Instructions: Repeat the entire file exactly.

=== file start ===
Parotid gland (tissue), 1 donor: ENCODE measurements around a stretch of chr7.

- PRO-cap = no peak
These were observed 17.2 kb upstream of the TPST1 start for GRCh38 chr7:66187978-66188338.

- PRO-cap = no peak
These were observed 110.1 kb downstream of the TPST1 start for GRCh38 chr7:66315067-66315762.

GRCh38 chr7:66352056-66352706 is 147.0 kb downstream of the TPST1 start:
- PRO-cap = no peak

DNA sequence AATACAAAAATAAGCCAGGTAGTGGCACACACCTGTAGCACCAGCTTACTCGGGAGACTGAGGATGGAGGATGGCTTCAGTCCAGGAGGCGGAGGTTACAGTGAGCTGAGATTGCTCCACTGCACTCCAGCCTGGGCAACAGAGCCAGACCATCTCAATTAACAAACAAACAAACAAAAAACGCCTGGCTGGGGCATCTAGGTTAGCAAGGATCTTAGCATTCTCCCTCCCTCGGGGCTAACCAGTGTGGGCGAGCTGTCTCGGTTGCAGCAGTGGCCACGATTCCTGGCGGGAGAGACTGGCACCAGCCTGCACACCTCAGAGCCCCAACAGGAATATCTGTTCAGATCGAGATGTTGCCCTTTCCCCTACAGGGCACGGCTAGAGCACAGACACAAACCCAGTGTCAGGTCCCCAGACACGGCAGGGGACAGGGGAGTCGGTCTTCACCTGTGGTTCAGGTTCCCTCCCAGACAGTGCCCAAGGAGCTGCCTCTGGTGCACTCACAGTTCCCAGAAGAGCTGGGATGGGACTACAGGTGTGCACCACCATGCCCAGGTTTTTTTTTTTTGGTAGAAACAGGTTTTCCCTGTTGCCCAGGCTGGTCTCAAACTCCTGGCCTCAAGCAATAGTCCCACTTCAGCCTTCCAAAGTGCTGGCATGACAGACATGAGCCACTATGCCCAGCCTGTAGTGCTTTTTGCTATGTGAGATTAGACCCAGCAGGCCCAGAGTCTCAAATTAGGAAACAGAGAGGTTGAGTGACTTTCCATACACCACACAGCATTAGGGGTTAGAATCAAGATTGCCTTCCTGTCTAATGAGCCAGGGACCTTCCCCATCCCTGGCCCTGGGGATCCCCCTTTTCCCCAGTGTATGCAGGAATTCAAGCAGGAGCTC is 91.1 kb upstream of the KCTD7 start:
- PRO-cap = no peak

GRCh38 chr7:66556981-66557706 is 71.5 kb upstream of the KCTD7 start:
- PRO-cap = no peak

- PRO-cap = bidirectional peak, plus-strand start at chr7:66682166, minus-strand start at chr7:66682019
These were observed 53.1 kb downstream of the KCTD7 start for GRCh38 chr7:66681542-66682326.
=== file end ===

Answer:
Parotid gland (tissue), 1 donor: ENCODE measurements around a stretch of chr7.

- PRO-cap = no peak
These were observed 17.2 kb upstream of the TPST1 start for GRCh38 chr7:66187978-66188338.

- PRO-cap = no peak
These were observed 110.1 kb downstream of the TPST1 start for GRCh38 chr7:66315067-66315762.

GRCh38 chr7:66352056-66352706 is 147.0 kb downstream of the TPST1 start:
- PRO-cap = no peak

DNA sequence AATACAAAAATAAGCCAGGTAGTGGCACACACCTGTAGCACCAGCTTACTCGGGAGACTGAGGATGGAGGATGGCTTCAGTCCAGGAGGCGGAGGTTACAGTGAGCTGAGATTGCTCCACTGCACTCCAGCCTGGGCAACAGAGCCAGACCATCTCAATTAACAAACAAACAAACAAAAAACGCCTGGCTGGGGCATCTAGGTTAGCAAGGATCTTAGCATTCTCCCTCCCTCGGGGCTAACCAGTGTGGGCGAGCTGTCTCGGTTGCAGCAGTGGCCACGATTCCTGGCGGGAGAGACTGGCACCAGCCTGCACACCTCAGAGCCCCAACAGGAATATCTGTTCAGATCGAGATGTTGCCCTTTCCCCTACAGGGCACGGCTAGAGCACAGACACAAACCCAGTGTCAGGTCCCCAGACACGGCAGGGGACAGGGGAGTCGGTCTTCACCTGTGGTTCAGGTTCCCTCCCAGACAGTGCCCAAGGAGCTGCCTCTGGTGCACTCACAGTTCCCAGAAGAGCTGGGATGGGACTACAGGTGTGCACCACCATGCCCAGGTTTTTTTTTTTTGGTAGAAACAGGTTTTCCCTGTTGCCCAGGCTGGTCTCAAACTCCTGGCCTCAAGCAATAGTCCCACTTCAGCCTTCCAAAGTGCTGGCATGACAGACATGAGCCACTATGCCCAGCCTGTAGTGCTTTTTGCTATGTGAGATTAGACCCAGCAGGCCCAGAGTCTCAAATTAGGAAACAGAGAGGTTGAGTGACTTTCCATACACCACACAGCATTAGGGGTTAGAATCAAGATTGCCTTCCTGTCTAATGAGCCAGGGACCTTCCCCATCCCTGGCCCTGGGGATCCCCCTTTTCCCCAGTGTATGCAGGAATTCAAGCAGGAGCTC is 91.1 kb upstream of the KCTD7 start:
- PRO-cap = no peak

GRCh38 chr7:66556981-66557706 is 71.5 kb upstream of the KCTD7 start:
- PRO-cap = no peak

- PRO-cap = bidirectional peak, plus-strand start at chr7:66682166, minus-strand start at chr7:66682019
These were observed 53.1 kb downstream of the KCTD7 start for GRCh38 chr7:66681542-66682326.